If Mount Sinai is on the Sinai peninsula, a Red Sea crossing would have to take place at the Gulf of Suez, but there were no roads south there, and there’s no tradition of Midianites grazing animals on the disputed peninsula. If Mount Sinai is in Arabia, where Moses is more likely to have taken his flocks, the crossing might take place at the Gulf of Aqaba.

In fact, the Bible does describe the Gulf of Aqaba as the Red Sea in other places. 1 Kings 9:26 describes Solomon building his ships on the shores of the Red Sea, which must have been near the Gulf of Aqaba, since Suez was never under Israelite control. Deuteronomy 2:1 mentions Seir near the Red Sea, and Seir is near the Gulf of Aqaba. Numbers 33 lists the Israelites who camped by the Red Sea, five days after crossing the Red Sea, consistent with crossing at the Gulf of Aqaba and marching south afterwards.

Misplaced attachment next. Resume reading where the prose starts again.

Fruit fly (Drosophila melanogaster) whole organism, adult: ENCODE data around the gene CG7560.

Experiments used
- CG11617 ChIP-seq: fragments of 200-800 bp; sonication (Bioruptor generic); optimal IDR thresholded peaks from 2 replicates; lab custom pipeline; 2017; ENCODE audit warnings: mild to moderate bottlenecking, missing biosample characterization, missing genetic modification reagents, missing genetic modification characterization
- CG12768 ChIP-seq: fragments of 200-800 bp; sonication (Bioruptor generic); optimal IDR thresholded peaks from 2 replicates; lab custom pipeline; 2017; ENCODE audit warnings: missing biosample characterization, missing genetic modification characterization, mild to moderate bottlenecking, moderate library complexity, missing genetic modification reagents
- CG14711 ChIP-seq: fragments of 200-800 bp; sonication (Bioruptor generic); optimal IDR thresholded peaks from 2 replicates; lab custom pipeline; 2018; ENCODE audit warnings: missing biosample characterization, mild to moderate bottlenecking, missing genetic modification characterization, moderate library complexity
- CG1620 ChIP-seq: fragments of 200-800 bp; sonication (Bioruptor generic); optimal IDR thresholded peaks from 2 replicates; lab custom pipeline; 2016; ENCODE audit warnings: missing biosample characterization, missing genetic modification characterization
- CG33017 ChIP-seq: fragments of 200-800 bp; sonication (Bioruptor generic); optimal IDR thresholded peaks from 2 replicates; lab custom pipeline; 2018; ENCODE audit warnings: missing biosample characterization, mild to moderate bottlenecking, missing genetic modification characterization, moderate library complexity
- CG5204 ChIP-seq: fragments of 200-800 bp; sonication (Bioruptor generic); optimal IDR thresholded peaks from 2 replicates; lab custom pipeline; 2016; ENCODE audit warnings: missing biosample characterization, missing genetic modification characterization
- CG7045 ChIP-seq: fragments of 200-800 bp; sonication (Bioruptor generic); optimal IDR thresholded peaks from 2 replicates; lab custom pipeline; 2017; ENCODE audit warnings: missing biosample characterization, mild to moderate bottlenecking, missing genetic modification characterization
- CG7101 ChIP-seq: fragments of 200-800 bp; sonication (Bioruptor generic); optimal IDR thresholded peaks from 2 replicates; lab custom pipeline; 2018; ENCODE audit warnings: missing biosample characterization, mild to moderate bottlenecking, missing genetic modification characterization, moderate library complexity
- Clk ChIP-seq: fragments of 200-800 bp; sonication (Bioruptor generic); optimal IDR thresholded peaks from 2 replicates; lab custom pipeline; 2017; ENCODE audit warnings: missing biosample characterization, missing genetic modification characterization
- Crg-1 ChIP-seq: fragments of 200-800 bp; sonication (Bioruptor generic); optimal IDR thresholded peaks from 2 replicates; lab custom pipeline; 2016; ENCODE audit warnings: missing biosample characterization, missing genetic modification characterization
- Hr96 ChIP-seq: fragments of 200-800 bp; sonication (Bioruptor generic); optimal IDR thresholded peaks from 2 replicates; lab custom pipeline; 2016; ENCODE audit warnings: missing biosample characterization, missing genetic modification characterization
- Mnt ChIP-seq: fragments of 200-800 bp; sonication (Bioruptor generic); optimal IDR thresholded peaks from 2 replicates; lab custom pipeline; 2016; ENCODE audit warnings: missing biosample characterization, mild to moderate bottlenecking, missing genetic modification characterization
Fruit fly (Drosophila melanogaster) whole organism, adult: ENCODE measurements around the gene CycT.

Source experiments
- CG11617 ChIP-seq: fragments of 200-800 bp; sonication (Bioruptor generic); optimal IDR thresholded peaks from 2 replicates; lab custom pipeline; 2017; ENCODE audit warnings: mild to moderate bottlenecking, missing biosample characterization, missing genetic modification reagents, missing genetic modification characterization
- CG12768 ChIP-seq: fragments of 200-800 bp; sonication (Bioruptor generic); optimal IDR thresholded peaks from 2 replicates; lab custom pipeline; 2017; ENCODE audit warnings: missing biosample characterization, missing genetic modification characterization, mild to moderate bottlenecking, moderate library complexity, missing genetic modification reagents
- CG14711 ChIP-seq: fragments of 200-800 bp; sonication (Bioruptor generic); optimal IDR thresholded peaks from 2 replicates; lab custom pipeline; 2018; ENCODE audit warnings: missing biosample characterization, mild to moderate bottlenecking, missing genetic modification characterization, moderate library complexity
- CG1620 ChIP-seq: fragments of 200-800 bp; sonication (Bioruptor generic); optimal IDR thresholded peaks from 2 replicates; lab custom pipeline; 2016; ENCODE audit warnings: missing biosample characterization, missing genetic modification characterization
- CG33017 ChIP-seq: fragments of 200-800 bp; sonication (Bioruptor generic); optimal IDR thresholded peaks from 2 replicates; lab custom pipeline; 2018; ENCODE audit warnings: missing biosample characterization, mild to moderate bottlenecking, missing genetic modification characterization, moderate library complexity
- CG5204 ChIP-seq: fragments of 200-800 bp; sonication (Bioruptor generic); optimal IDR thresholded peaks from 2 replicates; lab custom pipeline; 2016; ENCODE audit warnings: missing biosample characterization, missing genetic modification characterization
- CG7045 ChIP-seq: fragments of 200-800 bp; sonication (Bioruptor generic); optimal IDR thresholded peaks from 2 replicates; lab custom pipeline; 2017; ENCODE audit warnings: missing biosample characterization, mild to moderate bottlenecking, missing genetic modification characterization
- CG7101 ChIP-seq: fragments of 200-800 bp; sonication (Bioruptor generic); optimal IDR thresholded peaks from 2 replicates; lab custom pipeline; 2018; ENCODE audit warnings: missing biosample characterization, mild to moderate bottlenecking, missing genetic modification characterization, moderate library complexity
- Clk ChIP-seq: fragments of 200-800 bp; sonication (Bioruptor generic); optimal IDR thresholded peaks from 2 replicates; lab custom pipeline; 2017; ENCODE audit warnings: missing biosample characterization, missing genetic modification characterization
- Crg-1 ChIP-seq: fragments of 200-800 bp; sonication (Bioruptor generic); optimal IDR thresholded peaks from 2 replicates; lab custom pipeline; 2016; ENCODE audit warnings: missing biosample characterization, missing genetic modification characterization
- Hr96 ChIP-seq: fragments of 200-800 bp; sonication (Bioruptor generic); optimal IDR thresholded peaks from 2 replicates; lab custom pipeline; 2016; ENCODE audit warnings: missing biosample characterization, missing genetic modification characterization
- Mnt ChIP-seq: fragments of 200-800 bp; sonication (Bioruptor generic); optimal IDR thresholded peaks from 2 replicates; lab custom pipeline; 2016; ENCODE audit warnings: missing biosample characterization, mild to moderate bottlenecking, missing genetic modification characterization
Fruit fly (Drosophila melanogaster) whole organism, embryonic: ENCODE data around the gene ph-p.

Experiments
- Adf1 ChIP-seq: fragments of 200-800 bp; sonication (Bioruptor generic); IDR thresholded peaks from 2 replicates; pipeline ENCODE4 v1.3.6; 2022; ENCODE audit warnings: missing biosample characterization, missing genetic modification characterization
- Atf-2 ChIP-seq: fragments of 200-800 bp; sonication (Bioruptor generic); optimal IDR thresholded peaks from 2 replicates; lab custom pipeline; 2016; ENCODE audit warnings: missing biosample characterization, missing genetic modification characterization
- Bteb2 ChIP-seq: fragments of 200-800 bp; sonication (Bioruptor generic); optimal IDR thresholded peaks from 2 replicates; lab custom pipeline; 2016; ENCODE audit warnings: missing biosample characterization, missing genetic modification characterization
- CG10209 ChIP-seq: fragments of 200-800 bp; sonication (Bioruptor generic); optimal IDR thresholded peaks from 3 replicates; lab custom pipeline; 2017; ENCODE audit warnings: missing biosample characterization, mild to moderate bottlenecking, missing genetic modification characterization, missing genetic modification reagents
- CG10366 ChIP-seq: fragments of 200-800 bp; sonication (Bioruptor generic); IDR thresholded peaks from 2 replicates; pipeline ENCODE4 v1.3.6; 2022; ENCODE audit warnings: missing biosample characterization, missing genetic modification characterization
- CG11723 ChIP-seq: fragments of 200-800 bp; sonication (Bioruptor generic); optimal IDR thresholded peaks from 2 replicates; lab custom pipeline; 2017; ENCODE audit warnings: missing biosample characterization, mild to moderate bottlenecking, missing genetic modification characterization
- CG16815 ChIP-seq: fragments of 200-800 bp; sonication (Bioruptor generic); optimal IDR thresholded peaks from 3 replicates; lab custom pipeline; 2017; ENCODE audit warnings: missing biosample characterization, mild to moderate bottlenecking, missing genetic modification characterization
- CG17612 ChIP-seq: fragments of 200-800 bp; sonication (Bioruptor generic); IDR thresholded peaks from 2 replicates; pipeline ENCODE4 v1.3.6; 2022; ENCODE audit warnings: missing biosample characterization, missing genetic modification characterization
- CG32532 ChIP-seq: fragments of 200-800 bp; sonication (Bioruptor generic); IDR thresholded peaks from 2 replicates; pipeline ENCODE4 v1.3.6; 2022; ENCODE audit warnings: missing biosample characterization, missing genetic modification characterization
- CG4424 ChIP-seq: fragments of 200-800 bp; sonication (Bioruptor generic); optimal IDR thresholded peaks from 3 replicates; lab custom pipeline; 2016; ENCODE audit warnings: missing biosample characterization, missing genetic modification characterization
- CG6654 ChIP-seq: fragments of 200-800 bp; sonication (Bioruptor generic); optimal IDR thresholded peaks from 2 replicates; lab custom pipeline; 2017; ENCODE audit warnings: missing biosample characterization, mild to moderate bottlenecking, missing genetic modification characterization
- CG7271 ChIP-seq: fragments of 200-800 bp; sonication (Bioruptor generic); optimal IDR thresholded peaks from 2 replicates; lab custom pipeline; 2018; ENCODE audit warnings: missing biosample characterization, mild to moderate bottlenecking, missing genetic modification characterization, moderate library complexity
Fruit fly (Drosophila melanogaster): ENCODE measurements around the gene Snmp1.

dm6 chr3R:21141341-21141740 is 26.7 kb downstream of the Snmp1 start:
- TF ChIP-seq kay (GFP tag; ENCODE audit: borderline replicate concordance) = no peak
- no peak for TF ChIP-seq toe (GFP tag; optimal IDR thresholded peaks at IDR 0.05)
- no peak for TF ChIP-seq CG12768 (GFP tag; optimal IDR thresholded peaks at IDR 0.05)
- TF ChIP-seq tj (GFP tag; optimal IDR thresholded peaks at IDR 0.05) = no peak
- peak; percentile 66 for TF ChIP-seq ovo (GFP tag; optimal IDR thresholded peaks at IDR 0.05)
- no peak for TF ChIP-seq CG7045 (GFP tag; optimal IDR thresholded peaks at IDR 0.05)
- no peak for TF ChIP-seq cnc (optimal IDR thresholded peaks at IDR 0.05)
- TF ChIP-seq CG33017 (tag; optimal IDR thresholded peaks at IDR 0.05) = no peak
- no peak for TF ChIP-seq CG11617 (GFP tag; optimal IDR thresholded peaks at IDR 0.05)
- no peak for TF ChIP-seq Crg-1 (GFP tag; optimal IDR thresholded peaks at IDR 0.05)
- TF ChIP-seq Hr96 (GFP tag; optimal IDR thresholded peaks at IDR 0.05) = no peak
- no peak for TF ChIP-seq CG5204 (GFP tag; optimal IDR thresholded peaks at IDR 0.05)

How did they cross the Sea? Exodus 14:10-30
Imagine Pharaoh’s chariots coming south from the north end of the gulf, while his soldiers rush down the pass behind the Israelites. The people are trapped, and the only possible escape is to cross the water.

God uses a strong east wind (which can mean “from the northeast”) to drive the sea back. A wind blowing down the Gulf (so, in the case of the Gulf of Aqaba, from the northeast, across the direction that the people want to walk) might cause a “wind set-down” – like a river bore, or like blowing across the top of a glass of water. An 80 mph wind (not unlikely) could push the water 800 yards or more. Water on the right would appear as a wall. Walls of water to the left are harder to explain, but might be a natural assumption as the people rush across and see sunlight reflecting off water downstream of them.

Clay soil would clog the hooves and wheels of Pharaoh’s chariots and horses. The wind drops and the army drowns (very quickly), but Pharaoh was probably not killed or the Bible would say so. Since Egyptian texts don’t normally describe defeats unless Pharaohs die, it’s not surprising they don’t corroborate this event.